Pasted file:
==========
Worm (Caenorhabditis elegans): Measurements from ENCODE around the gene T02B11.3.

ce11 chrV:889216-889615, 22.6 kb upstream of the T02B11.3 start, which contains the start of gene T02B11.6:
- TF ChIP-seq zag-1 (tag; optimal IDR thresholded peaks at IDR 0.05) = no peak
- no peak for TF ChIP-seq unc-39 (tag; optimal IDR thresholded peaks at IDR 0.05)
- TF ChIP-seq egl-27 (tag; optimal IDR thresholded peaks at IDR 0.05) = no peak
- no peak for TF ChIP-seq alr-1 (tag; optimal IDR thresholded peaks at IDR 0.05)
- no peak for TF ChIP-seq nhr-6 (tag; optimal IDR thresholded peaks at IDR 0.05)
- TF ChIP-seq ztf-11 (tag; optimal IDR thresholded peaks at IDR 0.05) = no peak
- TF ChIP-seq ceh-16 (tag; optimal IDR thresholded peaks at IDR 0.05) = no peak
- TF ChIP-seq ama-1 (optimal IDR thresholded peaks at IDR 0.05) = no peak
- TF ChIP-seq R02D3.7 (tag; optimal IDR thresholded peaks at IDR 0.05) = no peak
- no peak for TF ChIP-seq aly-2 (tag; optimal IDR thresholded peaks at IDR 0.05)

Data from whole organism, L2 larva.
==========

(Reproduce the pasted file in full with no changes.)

Worm (Caenorhabditis elegans): Measurements from ENCODE around the gene T02B11.3.

ce11 chrV:889216-889615, 22.6 kb upstream of the T02B11.3 start, which contains the start of gene T02B11.6:
- TF ChIP-seq zag-1 (tag; optimal IDR thresholded peaks at IDR 0.05) = no peak
- no peak for TF ChIP-seq unc-39 (tag; optimal IDR thresholded peaks at IDR 0.05)
- TF ChIP-seq egl-27 (tag; optimal IDR thresholded peaks at IDR 0.05) = no peak
- no peak for TF ChIP-seq alr-1 (tag; optimal IDR thresholded peaks at IDR 0.05)
- no peak for TF ChIP-seq nhr-6 (tag; optimal IDR thresholded peaks at IDR 0.05)
- TF ChIP-seq ztf-11 (tag; optimal IDR thresholded peaks at IDR 0.05) = no peak
- TF ChIP-seq ceh-16 (tag; optimal IDR thresholded peaks at IDR 0.05) = no peak
- TF ChIP-seq ama-1 (optimal IDR thresholded peaks at IDR 0.05) = no peak
- TF ChIP-seq R02D3.7 (tag; optimal IDR thresholded peaks at IDR 0.05) = no peak
- no peak for TF ChIP-seq aly-2 (tag; optimal IDR thresholded peaks at IDR 0.05)

Data from whole organism, L2 larva.